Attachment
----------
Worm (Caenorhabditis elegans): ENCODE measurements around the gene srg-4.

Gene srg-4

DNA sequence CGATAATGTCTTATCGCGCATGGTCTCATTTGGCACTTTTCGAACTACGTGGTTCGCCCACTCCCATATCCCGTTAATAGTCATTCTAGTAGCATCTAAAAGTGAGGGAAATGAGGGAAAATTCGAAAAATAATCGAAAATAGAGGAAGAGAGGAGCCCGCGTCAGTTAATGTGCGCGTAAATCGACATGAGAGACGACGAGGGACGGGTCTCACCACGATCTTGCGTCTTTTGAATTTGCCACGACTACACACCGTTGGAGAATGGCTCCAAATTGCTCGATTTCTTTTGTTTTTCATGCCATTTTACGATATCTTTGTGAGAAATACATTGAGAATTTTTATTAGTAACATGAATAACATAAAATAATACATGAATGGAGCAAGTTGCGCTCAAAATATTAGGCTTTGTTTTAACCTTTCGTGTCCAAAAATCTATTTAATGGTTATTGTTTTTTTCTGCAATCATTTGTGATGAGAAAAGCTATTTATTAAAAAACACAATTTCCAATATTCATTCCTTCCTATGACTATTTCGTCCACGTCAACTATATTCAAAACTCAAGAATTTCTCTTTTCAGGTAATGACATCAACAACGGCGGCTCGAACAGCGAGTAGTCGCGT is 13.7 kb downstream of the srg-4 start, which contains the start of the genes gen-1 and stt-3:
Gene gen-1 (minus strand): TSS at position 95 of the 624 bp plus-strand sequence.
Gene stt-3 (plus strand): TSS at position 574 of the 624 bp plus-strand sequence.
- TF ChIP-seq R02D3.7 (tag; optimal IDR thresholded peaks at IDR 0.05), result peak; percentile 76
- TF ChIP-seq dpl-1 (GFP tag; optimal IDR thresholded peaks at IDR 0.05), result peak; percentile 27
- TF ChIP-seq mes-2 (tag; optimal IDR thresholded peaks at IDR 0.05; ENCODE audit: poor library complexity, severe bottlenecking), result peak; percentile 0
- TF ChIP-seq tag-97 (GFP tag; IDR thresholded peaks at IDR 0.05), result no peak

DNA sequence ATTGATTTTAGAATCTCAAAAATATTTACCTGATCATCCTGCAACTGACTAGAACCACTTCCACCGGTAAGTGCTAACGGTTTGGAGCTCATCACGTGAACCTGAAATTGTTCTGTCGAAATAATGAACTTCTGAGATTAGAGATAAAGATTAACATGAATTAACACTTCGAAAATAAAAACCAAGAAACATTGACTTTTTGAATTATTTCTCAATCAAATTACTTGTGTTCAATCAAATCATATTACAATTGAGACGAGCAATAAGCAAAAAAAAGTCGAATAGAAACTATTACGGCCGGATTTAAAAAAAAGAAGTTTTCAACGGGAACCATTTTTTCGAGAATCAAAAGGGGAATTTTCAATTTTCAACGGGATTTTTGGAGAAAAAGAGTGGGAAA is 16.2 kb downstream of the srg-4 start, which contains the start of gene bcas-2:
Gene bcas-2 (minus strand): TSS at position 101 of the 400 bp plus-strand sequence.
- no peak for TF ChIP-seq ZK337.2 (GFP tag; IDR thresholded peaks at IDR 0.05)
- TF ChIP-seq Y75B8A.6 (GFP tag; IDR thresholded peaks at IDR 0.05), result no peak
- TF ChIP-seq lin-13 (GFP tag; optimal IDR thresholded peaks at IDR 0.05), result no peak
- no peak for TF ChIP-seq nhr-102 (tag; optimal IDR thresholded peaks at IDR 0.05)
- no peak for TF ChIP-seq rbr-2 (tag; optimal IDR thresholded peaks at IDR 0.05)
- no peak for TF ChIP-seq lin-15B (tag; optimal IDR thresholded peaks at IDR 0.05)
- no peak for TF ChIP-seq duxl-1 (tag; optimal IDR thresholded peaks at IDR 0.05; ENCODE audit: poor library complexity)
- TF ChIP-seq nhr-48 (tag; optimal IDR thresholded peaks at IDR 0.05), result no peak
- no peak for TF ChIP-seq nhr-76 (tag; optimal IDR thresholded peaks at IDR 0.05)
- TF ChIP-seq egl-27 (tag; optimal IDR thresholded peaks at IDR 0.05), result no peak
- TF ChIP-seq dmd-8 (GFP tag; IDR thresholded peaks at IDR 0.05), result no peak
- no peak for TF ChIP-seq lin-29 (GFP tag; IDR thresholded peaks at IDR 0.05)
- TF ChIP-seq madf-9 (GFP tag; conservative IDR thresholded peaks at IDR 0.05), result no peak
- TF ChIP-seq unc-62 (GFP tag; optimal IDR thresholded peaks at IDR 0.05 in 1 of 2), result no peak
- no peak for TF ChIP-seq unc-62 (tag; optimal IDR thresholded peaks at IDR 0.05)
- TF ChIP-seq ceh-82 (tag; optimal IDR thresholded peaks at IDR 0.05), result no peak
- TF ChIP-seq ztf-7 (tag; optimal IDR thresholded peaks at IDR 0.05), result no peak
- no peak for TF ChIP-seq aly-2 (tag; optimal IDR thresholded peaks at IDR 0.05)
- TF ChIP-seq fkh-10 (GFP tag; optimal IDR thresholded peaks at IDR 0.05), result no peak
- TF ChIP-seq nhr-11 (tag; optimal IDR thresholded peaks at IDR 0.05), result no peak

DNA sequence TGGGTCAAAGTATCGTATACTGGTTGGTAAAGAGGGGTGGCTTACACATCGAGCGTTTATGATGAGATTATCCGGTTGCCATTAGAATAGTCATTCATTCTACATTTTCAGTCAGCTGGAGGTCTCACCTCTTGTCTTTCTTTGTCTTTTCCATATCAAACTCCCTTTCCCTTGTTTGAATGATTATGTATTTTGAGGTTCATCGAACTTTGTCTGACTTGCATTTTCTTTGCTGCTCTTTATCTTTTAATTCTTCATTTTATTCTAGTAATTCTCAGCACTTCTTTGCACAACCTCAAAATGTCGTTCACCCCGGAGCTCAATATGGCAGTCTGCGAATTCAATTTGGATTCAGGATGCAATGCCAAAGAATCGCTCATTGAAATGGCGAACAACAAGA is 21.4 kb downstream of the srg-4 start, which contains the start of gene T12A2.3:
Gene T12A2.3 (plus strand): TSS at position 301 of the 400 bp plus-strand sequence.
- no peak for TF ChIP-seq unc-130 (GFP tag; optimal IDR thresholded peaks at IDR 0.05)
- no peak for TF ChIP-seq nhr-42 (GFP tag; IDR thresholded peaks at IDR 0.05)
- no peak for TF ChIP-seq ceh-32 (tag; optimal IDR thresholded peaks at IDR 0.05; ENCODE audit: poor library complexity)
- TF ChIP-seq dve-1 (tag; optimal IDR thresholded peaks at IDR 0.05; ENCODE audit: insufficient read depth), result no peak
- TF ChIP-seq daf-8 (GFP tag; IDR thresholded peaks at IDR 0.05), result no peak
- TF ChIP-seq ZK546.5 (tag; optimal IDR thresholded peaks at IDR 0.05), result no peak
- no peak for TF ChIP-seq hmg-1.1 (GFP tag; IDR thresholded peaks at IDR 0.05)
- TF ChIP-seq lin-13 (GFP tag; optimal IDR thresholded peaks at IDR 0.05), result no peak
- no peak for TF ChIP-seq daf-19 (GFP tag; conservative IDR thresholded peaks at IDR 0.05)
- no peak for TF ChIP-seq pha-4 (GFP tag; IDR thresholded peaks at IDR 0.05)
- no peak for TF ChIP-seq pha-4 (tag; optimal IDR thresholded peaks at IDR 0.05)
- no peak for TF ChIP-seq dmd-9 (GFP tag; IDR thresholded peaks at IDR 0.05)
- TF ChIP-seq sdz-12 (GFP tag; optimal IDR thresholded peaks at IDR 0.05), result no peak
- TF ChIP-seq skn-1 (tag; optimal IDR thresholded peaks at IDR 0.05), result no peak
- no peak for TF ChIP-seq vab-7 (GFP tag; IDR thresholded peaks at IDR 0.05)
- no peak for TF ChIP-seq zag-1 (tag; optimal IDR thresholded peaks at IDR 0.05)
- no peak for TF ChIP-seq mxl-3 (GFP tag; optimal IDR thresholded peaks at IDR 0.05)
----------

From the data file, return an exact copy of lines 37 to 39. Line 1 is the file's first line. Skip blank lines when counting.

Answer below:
- TF ChIP-seq dve-1 (tag; optimal IDR thresholded peaks at IDR 0.05; ENCODE audit: insufficient read depth), result no peak
- TF ChIP-seq daf-8 (GFP tag; IDR thresholded peaks at IDR 0.05), result no peak
- TF ChIP-seq ZK546.5 (tag; optimal IDR thresholded peaks at IDR 0.05), result no peak